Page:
Victory in California
This ruling in California is a victory for common sense, freedom, and for biblical principles of the value of all men and women. You will be encouraged that this court ruled that discrimination does not remedy discrimination in this case.
From Judicial Watch: We won a significant victory last week in the California Superior Court when it declared that the state’s racial, ethnic, and LGBT quota for corporate boards of California-based corporations violates the California Constitution.
This week the court released its full opinion. It found that only in “very particular cases should discrimination be remedied by more discrimination.”
The ruling and opinion come in the case (Robin Crest, et al. v. Alex Padilla, in his official capacity as Secretary of State of the State of California (No.20STCV37513)) granting our motion for summary judgment in our lawsuit. We sued on behalf of taxpayers who are asking the court to declare the quota scheme unconstitutional and seeking to enjoin its enforcement.
This historic California court decision declared unconstitutional one of the most blatant and significant attacks in the modern era on constitutional prohibitions against discrimination. In its ruling today, the court upheld the core American value of equal protection under the law. Judicial Watch’s taxpayer clients are heroes for standing up for civil rights against the Left’s pernicious efforts to undo anti-discrimination protections.
We filed this lawsuit on October 2, 2020, in the Superior Court of the State of California, County of Los Angeles, on behalf of three California taxpayers (Robin Crest, Earl De Vries and Judy DeVries) to prevent California from enforcing Assembly Bill 979 (AB 979). The law requires that boards of directors of California-based, publicly held domestic or foreign corporations satisfy a racial, ethnic, and LGBT quota by the end of the 2021 calendar year.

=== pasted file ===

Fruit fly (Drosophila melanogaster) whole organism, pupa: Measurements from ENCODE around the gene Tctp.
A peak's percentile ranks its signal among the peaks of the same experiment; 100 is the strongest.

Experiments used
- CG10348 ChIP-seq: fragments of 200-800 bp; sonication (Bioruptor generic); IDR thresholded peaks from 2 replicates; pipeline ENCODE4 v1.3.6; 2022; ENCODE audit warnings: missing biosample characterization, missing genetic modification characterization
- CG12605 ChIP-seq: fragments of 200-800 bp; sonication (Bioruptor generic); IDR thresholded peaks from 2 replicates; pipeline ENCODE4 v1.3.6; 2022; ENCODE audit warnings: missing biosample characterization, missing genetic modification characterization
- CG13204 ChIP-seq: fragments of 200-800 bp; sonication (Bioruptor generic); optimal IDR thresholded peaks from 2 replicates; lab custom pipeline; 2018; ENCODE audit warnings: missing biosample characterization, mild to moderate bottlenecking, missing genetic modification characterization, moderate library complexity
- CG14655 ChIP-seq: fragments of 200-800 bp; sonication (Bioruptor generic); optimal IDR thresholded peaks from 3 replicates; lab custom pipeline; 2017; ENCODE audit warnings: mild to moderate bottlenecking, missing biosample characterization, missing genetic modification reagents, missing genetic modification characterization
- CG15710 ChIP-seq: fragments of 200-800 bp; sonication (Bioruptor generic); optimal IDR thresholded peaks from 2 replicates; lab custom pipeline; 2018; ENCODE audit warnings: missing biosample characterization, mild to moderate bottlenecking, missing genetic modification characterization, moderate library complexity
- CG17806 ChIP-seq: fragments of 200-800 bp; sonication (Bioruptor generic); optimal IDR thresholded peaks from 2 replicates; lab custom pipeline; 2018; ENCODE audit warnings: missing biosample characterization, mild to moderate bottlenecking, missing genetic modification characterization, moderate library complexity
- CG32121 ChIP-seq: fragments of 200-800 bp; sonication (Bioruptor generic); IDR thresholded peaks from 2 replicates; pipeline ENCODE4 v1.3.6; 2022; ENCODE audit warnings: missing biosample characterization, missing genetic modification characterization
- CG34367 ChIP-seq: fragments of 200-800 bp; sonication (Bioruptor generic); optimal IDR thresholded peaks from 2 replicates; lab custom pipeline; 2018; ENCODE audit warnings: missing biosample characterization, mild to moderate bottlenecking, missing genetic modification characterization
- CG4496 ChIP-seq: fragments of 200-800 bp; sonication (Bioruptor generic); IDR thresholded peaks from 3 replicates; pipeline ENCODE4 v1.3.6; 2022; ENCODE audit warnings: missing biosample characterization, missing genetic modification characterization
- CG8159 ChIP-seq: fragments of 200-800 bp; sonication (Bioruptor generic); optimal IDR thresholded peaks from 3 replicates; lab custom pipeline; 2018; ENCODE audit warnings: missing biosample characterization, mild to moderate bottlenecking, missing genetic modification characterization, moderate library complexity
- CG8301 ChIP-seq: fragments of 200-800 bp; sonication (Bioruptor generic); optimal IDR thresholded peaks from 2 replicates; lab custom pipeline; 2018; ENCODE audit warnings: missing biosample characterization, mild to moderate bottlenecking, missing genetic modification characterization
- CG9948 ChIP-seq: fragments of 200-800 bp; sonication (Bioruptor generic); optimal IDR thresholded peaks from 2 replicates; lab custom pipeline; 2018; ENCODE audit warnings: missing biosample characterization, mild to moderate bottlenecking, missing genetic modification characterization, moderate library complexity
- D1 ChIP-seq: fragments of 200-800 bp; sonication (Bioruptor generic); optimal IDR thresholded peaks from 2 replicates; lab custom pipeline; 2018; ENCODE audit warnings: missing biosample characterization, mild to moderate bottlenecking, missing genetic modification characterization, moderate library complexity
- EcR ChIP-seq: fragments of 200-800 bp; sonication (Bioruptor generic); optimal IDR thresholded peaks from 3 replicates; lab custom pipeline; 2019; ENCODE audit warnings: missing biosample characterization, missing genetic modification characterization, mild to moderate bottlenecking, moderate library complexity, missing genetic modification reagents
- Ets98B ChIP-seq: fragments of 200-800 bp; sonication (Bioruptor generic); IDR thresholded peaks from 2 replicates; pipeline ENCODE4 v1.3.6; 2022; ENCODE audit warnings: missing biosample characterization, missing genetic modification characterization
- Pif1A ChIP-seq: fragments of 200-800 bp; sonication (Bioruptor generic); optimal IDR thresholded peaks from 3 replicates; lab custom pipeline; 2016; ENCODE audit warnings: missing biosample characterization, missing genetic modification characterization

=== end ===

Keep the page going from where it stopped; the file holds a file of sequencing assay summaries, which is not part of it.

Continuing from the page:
In his opinion striking down the gender-quota law, Judge Terry A. Green found the law “violates the Equal Protection Clause of the California Constitution on its face.” The judge elaborated on why the California Legislature exceeded its authority in mandating the composition of boards:
The difficulty is that the Legislature is thinking in group terms. But the California Constitution protects the right of individuals to equal treatment. Before the Legislature may require that members of one group be given certain board seats, it must first try to create neutral conditions under which qualified individuals from any group may succeed. That attempt was not made in this case. [Emphasis in original]
The court concluded:
The statute treats similarly situated individuals – qualified potential corporate board members – differently based on their membership (or lack thereof) in certain listed racial, sexual orientation, and gender identity groups. It requires that a certain specific number of board seats be reserved for members of the groups on the list – and necessarily excludes members of other groups from those seats.
The Secretary has not identified a compelling interest to justify this classification. The broader public benefits produced by well-run businesses do not fit that bill.
California must treat its citizens equally as individuals under the law, and not give discriminatory, preferential treatment to some based on race, ethnicity or LGBT status. This court ruling marks a watershed in the core American value of equal protection under the law for all Americans. And it warns against the pernicious racialism of the radical Left.
This is not our only action in this area.
We completed a trial in a separate lawsuit in Los Angeles County Superior Court on behalf of California taxpayers to prevent the state from implementing a 2018 law (SB 826) requiring publicly-held corporations headquartered in California to have at least one director “who self-identifies her gender as a woman, without regard to the individual’s designated sex at birth” on their boards by December 31, 2019 (Robin Crest et al. v. Alex Padilla (No.19ST-CV-27561)).
In January 2021, we filed a public comment with the Securities and Exchange Commission (SEC) in response to a proposed rule change requiring race and gender quotas on the boards of corporations listed on the Nasdaq exchange. The proposed rule would require a self-identifying female and a self-identifying member of certain listed racial backgrounds, or an explanation from the company as to why it does not have at least two directors on its board who self-identify as such.
(From Judicial Watch.)
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